The Yellow And Black Attack Christmas
:: Stryper - Reason For The Season::
:: Stryper - Winter Wonderland ::
There are fewer words that will put the Fear of God into any self-respecting metal fan than Stryper. The yellow-and-black-clad Orange County rockers not only epitomize Metal Lite, but are Holy Rollers as well, playing a brand of Christian Metal that encourages more laughter and scorn than head-banging. But there was a huge audience for this kind of Jesus Rock in the ‘80’s— evangelical kids who wanted to rock with their cocks out, but were afraid of gettin’ the tar whupped out of them by fire-and-brimstone parents who caught them with illicit copies of “Screaming For Vengeance” or “The Number Of The Beast.” In a time when heavy metal was equated with Satanism, Stryper was, in theory, the band to put Mom and Dad at ease.
The “Yellow and Black Attack” was led by the Sweet brothers -- lead singer and guitarist Michael and his drummer brother Robert -- both of whom were the quintessential Lite Metal pretty boys (though one-time Creem and Hit Parader cover subject Robert, with his obviously dyed blonde hair and black Tom Savini-style goatee, now looks like a shrunken apple head with a David St. Hubbins wig perched on top). Latino guitarist Oz Fox (ahem, Richard Alfonso Martinez) rocked out on a custom tiger-striped axe; you Stryper fans with deep pockets can find a replica of it here. Oz later formed the unfortunately-named Sin Dizzy, which put out a rock opera centered around the crucifixion of Jesus Christ called “He’s Not Dead.”
Christian metal sounds like an oxymoron, but Stryper sold upwards of 8 million albums (!) such as “In God We Trust” and “To Hell With The Devil” when other God Rockers like Barren Cross and Guardian were signing up for government cheese. The chunky, generic power chords that made up most of their louder songs did a pretty good job of concealing the fact that they were howling about the Bible, but when it came to their ballads — particularly “Honestly,” one of the wimpiest songs in all of metal history — they sounded like Christopher Cross en route from a revival meeting.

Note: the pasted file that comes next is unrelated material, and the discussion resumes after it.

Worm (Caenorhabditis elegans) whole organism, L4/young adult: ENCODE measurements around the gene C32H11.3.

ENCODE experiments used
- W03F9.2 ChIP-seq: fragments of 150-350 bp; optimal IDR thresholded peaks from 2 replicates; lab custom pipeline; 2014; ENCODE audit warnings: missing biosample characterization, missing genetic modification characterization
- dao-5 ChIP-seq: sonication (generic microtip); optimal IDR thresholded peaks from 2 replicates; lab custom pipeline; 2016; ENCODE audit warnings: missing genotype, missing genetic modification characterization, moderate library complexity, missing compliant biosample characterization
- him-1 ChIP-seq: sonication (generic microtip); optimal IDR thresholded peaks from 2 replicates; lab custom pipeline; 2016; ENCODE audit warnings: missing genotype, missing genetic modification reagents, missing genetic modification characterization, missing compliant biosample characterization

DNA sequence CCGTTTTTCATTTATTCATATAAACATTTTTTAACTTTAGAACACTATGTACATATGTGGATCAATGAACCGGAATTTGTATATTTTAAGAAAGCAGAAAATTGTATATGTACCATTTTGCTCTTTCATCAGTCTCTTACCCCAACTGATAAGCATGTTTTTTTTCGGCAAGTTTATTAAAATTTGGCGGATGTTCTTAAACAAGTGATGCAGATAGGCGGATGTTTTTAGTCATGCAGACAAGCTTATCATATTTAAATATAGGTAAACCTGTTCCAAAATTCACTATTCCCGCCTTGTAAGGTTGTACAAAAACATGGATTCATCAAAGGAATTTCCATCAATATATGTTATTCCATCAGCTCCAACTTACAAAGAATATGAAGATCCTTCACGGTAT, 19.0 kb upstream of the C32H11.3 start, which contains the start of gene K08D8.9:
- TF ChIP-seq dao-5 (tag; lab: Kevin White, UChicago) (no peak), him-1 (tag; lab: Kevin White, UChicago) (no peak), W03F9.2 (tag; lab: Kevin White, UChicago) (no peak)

The band thrived during the mid-‘80’s hair-metal heyday, but when grunge and alt-rock took hold in the early ‘90’s, the scripture was on the wall for Stryper. The band’s long-time label Enigma Records folded and they moved to Hollywood Records just long enough to put out a best-of with the suspiciously secular sounding “Can’t Stop The Rock” (a passage unlikely to be found in either Testament). Michael Sweet bailed on the band in 1992, but it’s no surprise. Here’s a testimonial from Jennifer, a Friend Of The Robot:
"Yeah, my friend's mom Cassandra (who was a total MILF) was their makeup and hair person for a couple years and they actually LIVED with his family but then my friend's little brother got everyone sick and they had to cancel some shows and subsequently Michael Sweet turned into a raging dick about it and turned them out into the street. So my friend and her family were living with her grandma and figuring things out."
On one of Michael’s “Message To The Fans” on his website, he turns another cheek. “No matter how much we fall short,” he says, “God’s message and anointing still goes out!” ROCK PROPS to God. “He deserves it all,” concurs Michael, looking strangely like Bob Odenkirk as the leader of the band “Titannica” on TV’s“Mr. Show.”
But fear not, Stryper fans! After playing a few festival shows and cutting a couple of new tracks in 2003, they’ve returned, older and wis--, okay, just older, with their new album, “Reborn.” You feel bad taking pot-shots at these over-the-hill Christian rockers, but just look at the cover, which makes them look like those Uruk-Hai creatures birthed from slimy muck in the first “Lord Of The Rings” movie. The spandex is long gone and Robert tries hard to distract us from his leathery countenance by wearing a bunch of yellow-and-black stryped neckties all at once. The reformed band toured the U.S. throughout ’05, so if you’re late on the “Reborn” bandwagon, you’re going to have to hoof it to Sweden (or Minneapolis) to check them out — Praise Jeebus — this summer.
Stryper’s Christmas contribution is a 1984 recording of “Winter Wonderland” that starts out with some painful band shtick and turns into the kind of bloozey rock Xmas song you expect to hear over Everclear eggnog at a frat house. But it’s not nearly as horrible as the A-side, “Reason For The Season,” which tries to stretch out a single rhythm guitar chord for five grueling minutes’ worth of song (there’s a nearly 7-minute “Long Version” we’ve spared you from). Alas, “Reason For The Season” is more of a Sunday School lecture (“Every day is a holiday/When He is with you”) than the Christian Rock Yuletide Classic the band prays for it to be.
Mark (of the Beast)